Conflicting results affected screening recommendations

The 2012 USPSTF recommendations were largely centered on the two original studies—the U.S. PLCO and the European ERSPC—which showed seemingly conflicting results. “Given the uncertainty, and the risks of treating cancers that weren’t aggressive, the USPSTF decided there wasn’t convincing enough evidence to recommend PSA screening.”

But, in April 2017, based on early evidence that less screening was resulting in more cases of advanced prostate cancer, the Task Force modified its recommendation against general PSA testing.  They currently suggest men age 55 to 69 resume individual discussions of screening related to their risk of prostate cancer with their doctors. “The current study will likely play a role in any revised guidelines on prostate cancer screening,” states Nelson.

Screening recommendations of Prostate Cancer Foundation of Chicago

Prostate Cancer Foundation of Chicago commends the efforts of author Alex Tsodikov and colleagues to extend the utility of the two major original studies through re-analysis. Both PLCO and ERSPC are important randomized controlled trials, which top the hierarchy of clinical study designs.

Prostate Cancer Foundation of Chicago (PCFC) also applauds USPSTF’s decision to modify their 2012 recommendations, now calling for patient-physician discussions on whether and when to screen. PCFC supports screening starting at age 50, even if just to establish a baseline PSA score. Annual screening is recommended earlier — at age 40 — for African Americans and men with a family history of prostate cancer. Screening and discussion is especially important since prostate cancer can be considered as a spectrum disease, with varied manifestations and a wide range of aggressiveness, according to Brian J. Moran, M.D., PCFC Medical Advisor and Chicago Prostate Cancer Center (CPCC) Medical Director.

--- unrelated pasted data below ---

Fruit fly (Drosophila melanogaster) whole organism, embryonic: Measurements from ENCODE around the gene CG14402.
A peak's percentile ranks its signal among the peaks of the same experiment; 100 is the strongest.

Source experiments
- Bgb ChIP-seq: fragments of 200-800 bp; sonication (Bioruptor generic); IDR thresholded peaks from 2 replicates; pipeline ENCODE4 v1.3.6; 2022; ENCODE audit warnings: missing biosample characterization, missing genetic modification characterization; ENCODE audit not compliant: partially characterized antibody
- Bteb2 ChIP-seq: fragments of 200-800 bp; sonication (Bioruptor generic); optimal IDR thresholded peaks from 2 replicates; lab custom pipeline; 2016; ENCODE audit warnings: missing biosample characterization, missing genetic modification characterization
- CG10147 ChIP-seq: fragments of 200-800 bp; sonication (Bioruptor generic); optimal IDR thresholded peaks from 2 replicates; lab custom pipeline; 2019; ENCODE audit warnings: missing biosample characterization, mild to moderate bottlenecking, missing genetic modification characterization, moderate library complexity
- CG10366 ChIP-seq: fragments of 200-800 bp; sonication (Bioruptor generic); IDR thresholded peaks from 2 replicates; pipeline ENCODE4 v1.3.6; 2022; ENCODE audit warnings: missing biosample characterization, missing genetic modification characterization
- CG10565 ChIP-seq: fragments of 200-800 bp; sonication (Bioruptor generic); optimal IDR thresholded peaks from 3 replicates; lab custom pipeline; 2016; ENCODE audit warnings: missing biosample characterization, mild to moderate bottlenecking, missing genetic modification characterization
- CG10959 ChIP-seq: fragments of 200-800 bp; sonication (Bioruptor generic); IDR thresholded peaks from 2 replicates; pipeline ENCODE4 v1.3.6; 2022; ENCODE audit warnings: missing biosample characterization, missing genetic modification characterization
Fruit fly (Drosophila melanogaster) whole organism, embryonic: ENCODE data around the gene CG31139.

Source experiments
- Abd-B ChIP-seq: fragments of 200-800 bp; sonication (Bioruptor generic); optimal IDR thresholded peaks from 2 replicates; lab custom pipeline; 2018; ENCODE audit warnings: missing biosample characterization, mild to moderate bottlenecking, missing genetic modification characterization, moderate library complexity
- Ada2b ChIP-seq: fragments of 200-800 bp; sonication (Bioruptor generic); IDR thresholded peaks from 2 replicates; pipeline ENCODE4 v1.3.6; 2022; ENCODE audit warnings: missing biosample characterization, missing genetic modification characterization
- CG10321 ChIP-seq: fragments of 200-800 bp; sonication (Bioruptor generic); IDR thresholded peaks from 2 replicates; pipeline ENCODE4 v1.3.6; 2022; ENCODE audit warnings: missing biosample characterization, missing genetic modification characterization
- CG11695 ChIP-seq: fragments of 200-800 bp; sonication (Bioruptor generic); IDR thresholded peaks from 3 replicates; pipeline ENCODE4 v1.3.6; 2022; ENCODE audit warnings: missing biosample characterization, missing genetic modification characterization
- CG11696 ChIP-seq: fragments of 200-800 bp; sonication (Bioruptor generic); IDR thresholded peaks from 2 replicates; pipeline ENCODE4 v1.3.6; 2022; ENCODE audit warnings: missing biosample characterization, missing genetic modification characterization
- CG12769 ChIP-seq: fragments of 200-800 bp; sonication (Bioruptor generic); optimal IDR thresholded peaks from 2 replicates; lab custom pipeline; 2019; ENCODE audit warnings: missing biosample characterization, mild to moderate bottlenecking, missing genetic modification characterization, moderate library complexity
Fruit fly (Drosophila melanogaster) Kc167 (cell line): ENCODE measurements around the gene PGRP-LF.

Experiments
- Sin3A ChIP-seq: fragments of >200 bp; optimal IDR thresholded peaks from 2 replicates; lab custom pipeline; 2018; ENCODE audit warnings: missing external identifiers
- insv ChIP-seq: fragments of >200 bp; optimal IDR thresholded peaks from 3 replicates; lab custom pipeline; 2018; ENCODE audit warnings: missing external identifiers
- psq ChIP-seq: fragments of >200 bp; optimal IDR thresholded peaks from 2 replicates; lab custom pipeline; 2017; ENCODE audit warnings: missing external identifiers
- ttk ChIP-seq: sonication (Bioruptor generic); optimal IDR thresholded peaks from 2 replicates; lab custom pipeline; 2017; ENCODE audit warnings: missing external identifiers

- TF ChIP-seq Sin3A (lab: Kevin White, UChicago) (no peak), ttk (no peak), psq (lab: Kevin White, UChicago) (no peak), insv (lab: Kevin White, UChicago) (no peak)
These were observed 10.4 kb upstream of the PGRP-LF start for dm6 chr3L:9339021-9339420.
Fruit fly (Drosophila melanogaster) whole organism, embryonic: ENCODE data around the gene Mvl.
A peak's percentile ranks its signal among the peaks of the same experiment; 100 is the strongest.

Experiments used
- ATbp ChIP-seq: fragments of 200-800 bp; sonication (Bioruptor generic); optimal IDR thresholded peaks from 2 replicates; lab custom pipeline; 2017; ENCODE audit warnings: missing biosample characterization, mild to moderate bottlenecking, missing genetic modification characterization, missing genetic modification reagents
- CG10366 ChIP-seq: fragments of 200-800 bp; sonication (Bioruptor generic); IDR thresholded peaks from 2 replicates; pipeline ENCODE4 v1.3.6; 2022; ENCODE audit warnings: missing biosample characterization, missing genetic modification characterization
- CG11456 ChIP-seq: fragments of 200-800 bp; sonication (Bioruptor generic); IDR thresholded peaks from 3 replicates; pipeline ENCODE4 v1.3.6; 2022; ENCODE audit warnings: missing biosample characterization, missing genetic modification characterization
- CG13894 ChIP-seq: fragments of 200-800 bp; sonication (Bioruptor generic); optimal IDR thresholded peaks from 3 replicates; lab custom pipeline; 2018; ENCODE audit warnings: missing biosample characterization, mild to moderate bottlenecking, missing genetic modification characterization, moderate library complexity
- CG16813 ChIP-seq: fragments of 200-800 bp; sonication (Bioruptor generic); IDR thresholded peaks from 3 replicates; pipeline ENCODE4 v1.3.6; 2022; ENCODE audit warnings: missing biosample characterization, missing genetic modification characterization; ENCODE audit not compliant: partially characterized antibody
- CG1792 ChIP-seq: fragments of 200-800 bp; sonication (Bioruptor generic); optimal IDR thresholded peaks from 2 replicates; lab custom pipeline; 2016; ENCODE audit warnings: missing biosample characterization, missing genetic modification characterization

About Prostate Cancer Foundation of Chicago

PCFC shares prostate cancer treatment advancements, working hand-in-hand with CPCC to measure patient outcomes for research studies. Click Prostate Cancer Foundation of Chicago for ways to stay informed about prostate cancer and screening recommendations, through Informational Support Groups, current clinical research and recent publications.